Although Batam’s beaches aren’t fabulous, boating types have great fun visiting the much better beaches on many nearby islands; and, of course, keeping a boat in Indonesia is again a more affordable option.
As far as shopping goes, you can find most of what you need in the shops in Batam, but for those hard-to-find-items, most expats head over to Singapore once or twice a month. For golfers, some of the properties, such as Balinese villas near the Indah Puri Golf Club, come with golf membership.
For us, the plan is simple. While we currently find time to go over for a night or two and enjoy a game of golf, in the future we will be based in Batam and will come back to Singapore for work comm-itments, appointments or events as required. – expatliving.com
THE BATAM Industrial Development Authority (BP Batam) will establish a new Batam Single Window (BSW) to improve the efficiency of the previous Single Window Integrated Service (PTSP) system, a BP Batam official said.
“We will launch the program in 2014 to improve the investment service in Batam,” said PTSP Spokesman of BP Batam Dwi Joko Wiwoho said.
He said the BSW is an online licensing facility system that can be accessed by companies or individuals to speed up services and reduce direct meetings.
The program can help speed up the service to the public. Agencies related to licensing and investment will be involved in the program.
“BP Batam hopes that with the program, the number of local and foreign investors doing business in the Batam Free Trade Zone (FTZ) will increase,” Wiwoho said.
In the meantime, BP Batam spokesman Ilham Eka Hartawan said the Batam development authority had set itself a target of at least 90 foreign investors making investment in the region, with a minimal investment values of US$350 million in 2013.
He added that Asian states, including Singapore, Malaysia, South Korea, China, Taiwan and Japan, are among countries that have made investment in Batam.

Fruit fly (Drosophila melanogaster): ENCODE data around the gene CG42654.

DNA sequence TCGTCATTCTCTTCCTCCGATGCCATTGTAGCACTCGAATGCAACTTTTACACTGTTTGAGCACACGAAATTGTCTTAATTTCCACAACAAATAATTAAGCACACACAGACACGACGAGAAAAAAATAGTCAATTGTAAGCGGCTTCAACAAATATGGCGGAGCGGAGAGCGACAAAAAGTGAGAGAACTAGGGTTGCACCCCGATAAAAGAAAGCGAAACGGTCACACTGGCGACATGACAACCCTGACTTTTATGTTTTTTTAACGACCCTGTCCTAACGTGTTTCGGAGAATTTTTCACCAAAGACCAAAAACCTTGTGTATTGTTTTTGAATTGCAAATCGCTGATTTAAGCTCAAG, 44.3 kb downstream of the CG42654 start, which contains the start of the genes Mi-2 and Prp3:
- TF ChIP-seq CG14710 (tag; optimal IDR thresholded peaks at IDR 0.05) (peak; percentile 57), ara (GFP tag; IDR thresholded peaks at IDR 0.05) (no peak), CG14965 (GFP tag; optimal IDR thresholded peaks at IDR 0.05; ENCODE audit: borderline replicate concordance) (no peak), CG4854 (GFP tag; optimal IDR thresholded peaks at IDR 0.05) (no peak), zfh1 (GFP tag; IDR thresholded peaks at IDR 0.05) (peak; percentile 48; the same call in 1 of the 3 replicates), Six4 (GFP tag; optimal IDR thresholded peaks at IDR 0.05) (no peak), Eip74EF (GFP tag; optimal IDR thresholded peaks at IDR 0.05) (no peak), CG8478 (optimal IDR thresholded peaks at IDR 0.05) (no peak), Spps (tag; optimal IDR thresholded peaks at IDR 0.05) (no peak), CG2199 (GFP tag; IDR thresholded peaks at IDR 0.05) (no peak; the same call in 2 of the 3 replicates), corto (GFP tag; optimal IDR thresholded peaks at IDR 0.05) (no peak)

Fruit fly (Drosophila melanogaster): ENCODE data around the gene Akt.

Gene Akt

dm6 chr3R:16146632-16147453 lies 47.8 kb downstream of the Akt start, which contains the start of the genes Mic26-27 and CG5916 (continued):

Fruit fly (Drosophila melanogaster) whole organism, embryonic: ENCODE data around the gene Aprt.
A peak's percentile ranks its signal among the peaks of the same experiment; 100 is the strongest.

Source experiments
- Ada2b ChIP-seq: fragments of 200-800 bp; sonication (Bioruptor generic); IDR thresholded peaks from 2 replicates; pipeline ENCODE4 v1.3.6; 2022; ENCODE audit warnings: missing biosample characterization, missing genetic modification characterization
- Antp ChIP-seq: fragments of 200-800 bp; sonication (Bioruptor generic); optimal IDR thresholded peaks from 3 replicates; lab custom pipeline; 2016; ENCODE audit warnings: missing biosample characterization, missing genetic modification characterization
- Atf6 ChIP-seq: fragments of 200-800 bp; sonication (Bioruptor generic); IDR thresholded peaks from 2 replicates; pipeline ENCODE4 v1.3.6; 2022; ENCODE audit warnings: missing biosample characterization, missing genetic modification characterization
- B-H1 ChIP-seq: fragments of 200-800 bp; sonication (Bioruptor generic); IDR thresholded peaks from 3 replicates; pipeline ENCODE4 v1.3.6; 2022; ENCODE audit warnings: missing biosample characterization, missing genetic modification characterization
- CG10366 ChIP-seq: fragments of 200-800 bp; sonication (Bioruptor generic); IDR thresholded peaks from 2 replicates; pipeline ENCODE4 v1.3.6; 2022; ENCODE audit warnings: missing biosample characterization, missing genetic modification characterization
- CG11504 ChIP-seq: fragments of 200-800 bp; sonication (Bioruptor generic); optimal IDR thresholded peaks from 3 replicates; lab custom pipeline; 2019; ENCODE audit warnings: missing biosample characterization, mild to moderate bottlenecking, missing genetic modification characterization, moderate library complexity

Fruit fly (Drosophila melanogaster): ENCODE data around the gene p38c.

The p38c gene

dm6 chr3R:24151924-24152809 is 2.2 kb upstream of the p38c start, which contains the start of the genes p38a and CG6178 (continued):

“The main target this year is to have promotion in several Asian countries to invest in Batam. However, we do not rule out the possibilities of conducting promotions in American, European and African countries,” Hartawan said.
He added that several sectors expected to attract foreign invest-ments included electronics, manufacture, shipyard, as well as oil and gas.
Hartawan said the trade and service sectors are also expected to attract investment to Batam. These sectors received high values of investment last year. - Antara
IRAN IS using Batam’s port in a strategy to keep up sales to buyers in Asia in the teeth of Western sanct-ions, according to shipping data and industry sources.
Two Iranian very large crude carriers (VLCCs), able to hold 2 million barrels each, sailed to Batam Island in April, according to AIS ship tracking on Reuters, which tracks global tanker movements, before moving on to China.
U.S. and European sanctions aimed at pressuring Tehran’s suspected pursuit of nuclear weapons have halved Iran’s shipments, costing the government billions of dollars in oil revenue, since the start of 2012.
“Iran has been using this strategy for the past few months,” said analysts at FGE, an energy consultancy. “The strategy is taking the crude to islands in Asia via VLCCs and selling it from there. It’s a crucial stream of revenue for the country, so it’s very important they sell as much as they can.”
Batam Island is just 20 km (12 miles) off the south coast of Singapore, the continent’s oil hub. Industry sources and oil traders said that before last year it was rare for Iranian tankers to ship crude there.
Iran has shipped oil via other islands in Asia to help maintain exports. In September, Reuters reported Iran was parking oil at Labuan before shipping it on to other destinations.
“They have used Labuan in Malaysia in the past, so there is nothing really to stop them using Batam as a base as there are no sanctions-related drawbacks,” said a shipping industry source familiar with Iran’s tanker fleet and its movements.
The two tankers, Sonata and Courage, both belong to Iran’s top tanker operator, NITC. They have sailed on to China after Batam, according to AIS.
Another shipping industry source said there were indications based on ship tracking other tankers could also be involved in movements around Batam. Three tankers - Glaros, Seagull and Ocean Nymph - last reported their positions around the South China Sea area close to Indonesia recently, but have since not updated their positions.
In April, the biggest buyer of Iranian crude was China, followed by South Korea, Japan, India, Turkey and Taiwan, according to estimates from industry sources. All of these buyers have cut their purchases over the last year.
Iran has reduced its oil exports to about 1.1 million barrels per day - worth roughly $3.3 billion a month at current prices - or about half of its rate at the start of 2012 before tighter sanctions kicked in.
With Iran more dependent on its own tankers to move oil because of sanctions, NITC vessels including Maharlika, Skyline and Demos have been making high-speed journeys to China and other Asian destinations from Iran to maxmimise flows, said a third shipping industry source. - Reuters